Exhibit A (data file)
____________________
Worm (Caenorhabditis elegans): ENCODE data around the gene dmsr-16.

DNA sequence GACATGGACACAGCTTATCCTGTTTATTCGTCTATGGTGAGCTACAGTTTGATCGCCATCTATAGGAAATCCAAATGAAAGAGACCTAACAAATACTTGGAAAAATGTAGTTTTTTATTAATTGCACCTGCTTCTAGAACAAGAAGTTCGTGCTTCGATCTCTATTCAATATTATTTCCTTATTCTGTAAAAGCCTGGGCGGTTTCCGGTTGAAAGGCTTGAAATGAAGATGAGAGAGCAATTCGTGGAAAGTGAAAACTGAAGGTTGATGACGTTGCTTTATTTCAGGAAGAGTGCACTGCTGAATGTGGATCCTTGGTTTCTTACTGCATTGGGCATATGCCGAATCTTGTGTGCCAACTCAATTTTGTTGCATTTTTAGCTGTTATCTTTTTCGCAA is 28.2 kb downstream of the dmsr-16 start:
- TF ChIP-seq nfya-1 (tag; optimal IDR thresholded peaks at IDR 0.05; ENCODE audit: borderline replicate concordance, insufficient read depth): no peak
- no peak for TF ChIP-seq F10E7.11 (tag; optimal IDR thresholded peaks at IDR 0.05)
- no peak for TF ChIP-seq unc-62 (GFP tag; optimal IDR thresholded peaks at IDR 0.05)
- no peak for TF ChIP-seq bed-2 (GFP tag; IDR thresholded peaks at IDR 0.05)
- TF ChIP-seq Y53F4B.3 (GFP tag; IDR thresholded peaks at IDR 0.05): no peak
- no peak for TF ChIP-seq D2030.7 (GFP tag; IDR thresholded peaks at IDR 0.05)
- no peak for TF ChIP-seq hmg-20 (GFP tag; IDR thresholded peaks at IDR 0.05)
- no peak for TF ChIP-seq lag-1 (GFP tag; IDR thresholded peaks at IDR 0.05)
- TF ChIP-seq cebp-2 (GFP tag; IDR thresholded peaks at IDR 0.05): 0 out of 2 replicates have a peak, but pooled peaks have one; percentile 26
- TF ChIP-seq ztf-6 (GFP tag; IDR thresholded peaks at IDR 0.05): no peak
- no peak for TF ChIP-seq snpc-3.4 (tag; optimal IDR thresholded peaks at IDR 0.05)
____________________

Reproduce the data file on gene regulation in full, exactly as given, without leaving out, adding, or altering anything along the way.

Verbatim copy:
Worm (Caenorhabditis elegans): ENCODE data around the gene dmsr-16.

DNA sequence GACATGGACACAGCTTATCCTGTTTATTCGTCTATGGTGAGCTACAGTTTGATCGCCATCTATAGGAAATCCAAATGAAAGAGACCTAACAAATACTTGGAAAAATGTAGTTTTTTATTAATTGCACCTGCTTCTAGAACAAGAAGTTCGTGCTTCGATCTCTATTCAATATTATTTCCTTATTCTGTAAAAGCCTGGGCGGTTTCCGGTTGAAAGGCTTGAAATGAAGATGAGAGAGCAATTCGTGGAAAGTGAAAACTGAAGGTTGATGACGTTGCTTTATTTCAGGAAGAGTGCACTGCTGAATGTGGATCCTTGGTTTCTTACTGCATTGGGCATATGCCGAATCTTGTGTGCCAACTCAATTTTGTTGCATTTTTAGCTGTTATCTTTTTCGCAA is 28.2 kb downstream of the dmsr-16 start:
- TF ChIP-seq nfya-1 (tag; optimal IDR thresholded peaks at IDR 0.05; ENCODE audit: borderline replicate concordance, insufficient read depth): no peak
- no peak for TF ChIP-seq F10E7.11 (tag; optimal IDR thresholded peaks at IDR 0.05)
- no peak for TF ChIP-seq unc-62 (GFP tag; optimal IDR thresholded peaks at IDR 0.05)
- no peak for TF ChIP-seq bed-2 (GFP tag; IDR thresholded peaks at IDR 0.05)
- TF ChIP-seq Y53F4B.3 (GFP tag; IDR thresholded peaks at IDR 0.05): no peak
- no peak for TF ChIP-seq D2030.7 (GFP tag; IDR thresholded peaks at IDR 0.05)
- no peak for TF ChIP-seq hmg-20 (GFP tag; IDR thresholded peaks at IDR 0.05)
- no peak for TF ChIP-seq lag-1 (GFP tag; IDR thresholded peaks at IDR 0.05)
- TF ChIP-seq cebp-2 (GFP tag; IDR thresholded peaks at IDR 0.05): 0 out of 2 replicates have a peak, but pooled peaks have one; percentile 26
- TF ChIP-seq ztf-6 (GFP tag; IDR thresholded peaks at IDR 0.05): no peak
- no peak for TF ChIP-seq snpc-3.4 (tag; optimal IDR thresholded peaks at IDR 0.05)